Prediction of N 2 O emissions under different field management practices and climate conditions

Mary E. Foltz, Julie L. Zilles, Sotiria Koloutsou-Vakakis

Research output: Contribution to journalArticle

Abstract

Due to the contributions of nitrous oxide (N 2 O) to global climate change and stratospheric ozone destruction, it is important to understand how climate and agricultural management affect N 2 O emissions. Although the process-based Denitrification Decomposition (DNDC) model is often used for quantifying emissions of N 2 O, the accuracy of these predictions remains in question, and it is not clear which input variables, environmental or field management, have the greatest effect on model performance. In this study, DNDC was evaluated for prediction of N 2 O fluxes from two climatically-different corn-field sites in the United States (a Colorado irrigated field and a Minnesota rainfed field). Besides climate, these sites offer the additional advantage that measurements are available for multiple field management practices, including fertilizer application, tillage, and crop rotation. This evaluation found that DNDC did not consistently, correctly predict daily-scale N 2 O fluxes. Cumulative growing season N 2 O fluxes were significantly under-predicted in Colorado and were both under- and over-predicted in Minnesota. Model calibration of four soil input parameters did not significantly improve N 2 O emission predictions at either site or time scale. Modeled and measured N 2 O fluxes and model error were all strongly correlated with precipitation. Over-predictions of N 2 O fluxes were associated with heavy precipitation and high modeled denitrification. Based on our results, model improvements to decrease model error for corn cropping systems in temperate climate zones should focus on better accounting for the effects of precipitation on denitrification. Despite discrepancies in daily and cumulative growing season N 2 O fluxes, DNDC correctly identified the only field management (fertilizer application rate) that significantly influenced the measured N 2 O fluxes.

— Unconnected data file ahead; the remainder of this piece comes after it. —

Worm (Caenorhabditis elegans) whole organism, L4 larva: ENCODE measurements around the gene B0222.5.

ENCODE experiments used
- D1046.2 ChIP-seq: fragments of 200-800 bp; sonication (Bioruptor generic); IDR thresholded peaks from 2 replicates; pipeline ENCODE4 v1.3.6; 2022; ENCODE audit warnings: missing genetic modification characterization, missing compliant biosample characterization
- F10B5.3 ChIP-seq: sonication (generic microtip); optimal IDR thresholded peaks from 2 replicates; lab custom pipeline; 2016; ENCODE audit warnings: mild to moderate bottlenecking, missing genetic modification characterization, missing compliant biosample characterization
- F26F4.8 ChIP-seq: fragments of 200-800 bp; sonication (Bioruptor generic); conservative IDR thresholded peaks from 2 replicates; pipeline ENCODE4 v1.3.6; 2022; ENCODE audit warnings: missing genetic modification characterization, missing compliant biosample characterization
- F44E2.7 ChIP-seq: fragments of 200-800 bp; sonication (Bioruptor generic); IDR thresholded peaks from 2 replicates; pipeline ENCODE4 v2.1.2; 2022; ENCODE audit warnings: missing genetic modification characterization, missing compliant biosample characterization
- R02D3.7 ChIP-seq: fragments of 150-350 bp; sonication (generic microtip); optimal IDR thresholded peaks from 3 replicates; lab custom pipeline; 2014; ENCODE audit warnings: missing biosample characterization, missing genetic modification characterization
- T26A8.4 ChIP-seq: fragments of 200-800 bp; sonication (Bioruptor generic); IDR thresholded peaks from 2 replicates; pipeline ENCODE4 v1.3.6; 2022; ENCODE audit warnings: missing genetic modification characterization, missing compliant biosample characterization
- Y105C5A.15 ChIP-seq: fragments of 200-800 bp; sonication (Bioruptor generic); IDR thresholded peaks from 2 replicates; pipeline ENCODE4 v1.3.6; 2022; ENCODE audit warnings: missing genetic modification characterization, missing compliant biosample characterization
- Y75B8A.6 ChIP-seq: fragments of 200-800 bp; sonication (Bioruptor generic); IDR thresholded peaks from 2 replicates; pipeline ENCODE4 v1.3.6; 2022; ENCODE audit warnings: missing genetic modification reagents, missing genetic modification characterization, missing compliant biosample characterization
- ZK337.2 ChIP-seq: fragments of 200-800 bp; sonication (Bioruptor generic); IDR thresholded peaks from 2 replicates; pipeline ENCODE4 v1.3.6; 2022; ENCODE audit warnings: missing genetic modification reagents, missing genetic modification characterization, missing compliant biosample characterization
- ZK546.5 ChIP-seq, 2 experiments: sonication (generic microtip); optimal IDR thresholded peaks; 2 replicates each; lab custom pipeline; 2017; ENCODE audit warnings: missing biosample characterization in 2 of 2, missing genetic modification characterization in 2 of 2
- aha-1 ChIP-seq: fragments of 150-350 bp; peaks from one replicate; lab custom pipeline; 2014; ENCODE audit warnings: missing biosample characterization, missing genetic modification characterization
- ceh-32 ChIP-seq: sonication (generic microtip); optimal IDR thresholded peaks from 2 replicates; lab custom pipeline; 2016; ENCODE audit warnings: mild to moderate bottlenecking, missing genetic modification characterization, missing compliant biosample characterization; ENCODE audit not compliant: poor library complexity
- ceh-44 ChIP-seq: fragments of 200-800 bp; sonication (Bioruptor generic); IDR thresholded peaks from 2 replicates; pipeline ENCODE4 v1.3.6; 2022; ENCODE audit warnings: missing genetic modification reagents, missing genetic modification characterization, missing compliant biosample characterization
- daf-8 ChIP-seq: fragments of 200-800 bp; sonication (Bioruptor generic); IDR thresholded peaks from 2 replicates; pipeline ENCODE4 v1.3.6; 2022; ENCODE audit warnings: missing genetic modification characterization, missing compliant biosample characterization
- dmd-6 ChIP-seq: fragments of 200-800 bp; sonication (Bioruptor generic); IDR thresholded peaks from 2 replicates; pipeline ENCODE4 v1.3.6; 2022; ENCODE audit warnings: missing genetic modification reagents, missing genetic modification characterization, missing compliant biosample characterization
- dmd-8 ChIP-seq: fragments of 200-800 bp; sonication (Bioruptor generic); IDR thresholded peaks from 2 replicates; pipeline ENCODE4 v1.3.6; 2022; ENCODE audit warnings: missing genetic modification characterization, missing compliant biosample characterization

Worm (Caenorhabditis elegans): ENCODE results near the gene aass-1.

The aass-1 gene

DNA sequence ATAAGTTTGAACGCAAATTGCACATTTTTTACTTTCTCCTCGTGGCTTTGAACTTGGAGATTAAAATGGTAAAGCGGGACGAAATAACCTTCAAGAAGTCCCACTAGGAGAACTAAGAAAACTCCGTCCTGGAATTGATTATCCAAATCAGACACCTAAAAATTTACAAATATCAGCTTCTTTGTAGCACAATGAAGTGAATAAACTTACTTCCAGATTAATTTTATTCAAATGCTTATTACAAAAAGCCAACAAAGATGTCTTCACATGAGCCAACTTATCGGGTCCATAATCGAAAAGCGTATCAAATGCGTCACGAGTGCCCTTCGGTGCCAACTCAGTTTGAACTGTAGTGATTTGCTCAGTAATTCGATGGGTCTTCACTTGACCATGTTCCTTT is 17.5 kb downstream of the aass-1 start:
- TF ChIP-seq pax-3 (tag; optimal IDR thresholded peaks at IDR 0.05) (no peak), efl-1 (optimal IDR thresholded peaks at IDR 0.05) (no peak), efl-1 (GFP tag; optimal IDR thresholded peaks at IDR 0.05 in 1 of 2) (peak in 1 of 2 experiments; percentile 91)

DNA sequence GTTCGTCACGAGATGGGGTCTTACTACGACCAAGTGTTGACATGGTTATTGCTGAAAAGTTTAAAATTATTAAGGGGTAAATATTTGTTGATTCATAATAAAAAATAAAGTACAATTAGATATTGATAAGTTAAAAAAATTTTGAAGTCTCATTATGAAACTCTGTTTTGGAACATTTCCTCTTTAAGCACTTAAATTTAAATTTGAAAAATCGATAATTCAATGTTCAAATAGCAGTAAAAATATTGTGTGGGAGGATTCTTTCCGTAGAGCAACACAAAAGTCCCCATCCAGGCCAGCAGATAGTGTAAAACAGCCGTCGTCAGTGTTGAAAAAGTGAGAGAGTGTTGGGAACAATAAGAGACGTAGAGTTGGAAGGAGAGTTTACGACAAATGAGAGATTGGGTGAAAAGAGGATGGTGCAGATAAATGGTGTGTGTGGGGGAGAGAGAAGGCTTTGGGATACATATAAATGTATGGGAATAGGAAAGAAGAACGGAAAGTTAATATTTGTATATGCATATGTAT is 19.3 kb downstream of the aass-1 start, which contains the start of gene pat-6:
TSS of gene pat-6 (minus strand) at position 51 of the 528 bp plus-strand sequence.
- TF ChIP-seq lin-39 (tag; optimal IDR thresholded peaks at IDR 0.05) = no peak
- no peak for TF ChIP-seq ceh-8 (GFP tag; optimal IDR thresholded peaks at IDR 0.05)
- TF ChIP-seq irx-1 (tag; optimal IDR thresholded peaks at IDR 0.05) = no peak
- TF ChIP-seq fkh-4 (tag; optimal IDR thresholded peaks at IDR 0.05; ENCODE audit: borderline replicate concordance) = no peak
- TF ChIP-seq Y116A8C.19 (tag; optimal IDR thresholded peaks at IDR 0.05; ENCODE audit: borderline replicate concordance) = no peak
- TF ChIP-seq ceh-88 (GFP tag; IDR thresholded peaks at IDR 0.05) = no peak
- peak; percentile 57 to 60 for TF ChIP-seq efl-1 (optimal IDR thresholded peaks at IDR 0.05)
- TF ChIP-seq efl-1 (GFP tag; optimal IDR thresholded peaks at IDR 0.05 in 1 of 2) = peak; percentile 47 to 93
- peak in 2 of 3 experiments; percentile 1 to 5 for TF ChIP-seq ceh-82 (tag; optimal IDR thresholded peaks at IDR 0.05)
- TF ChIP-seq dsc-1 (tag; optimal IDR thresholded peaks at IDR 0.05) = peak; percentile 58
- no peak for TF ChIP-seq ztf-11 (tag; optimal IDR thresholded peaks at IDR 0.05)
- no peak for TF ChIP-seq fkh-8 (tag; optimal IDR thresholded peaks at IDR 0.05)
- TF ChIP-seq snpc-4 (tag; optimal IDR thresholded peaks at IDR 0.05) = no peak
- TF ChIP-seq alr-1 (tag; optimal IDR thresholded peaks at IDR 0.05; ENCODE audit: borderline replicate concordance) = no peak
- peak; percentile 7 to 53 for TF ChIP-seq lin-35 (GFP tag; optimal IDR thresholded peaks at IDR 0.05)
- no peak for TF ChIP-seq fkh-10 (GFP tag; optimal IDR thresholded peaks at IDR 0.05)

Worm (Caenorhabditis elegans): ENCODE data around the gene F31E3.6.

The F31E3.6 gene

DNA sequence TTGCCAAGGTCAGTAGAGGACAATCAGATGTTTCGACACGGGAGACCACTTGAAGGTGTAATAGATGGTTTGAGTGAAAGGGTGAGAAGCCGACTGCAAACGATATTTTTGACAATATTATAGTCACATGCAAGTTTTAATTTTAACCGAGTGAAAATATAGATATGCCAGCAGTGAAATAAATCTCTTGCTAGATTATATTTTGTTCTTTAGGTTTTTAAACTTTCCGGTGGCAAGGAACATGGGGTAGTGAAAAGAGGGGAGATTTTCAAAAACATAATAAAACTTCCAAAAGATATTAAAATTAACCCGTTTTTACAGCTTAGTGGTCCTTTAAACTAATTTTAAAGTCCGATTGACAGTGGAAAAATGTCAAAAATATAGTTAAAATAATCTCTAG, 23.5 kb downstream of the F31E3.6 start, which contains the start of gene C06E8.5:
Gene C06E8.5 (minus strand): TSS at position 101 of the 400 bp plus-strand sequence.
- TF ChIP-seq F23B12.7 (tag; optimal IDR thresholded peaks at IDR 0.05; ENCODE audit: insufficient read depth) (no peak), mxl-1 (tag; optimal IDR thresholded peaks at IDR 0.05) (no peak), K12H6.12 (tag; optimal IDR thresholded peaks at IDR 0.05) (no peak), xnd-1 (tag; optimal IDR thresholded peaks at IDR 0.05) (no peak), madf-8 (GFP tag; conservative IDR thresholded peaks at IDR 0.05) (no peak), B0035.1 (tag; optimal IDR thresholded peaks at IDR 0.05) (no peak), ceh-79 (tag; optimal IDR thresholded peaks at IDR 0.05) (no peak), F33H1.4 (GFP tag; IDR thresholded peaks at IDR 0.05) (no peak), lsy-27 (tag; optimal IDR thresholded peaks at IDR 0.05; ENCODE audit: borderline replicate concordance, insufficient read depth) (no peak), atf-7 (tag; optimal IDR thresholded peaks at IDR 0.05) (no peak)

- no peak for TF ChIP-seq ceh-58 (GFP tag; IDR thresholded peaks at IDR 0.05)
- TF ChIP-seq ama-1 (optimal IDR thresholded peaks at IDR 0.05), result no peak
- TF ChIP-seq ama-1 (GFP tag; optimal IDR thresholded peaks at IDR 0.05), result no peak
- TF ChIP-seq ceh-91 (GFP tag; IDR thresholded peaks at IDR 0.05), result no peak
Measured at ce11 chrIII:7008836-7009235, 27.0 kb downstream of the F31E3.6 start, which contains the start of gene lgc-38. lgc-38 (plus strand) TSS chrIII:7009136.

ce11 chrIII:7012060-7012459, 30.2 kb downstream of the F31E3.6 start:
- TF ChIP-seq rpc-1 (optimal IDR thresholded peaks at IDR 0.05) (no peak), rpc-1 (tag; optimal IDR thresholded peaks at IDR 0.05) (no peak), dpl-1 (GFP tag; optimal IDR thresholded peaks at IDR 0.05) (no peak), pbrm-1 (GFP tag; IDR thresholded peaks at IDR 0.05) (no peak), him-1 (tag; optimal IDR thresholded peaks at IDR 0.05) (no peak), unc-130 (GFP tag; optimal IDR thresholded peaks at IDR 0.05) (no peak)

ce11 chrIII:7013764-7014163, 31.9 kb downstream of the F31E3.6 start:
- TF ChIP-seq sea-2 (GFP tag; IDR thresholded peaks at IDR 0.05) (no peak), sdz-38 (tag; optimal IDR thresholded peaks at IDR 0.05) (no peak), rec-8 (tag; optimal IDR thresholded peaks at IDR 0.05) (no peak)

Original languageEnglish (US)
Pages (from-to)872-879
Number of pages8
JournalScience of the Total Environment
Volume646
DOIs
StatePublished - Jan 1 2019

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Keywords

  • Agricultural management
  • Corn
  • DNDC
  • Denitrification
  • Fertilizer
  • N O emissions

ASJC Scopus subject areas

  • Environmental Engineering
  • Environmental Chemistry
  • Waste Management and Disposal
  • Pollution

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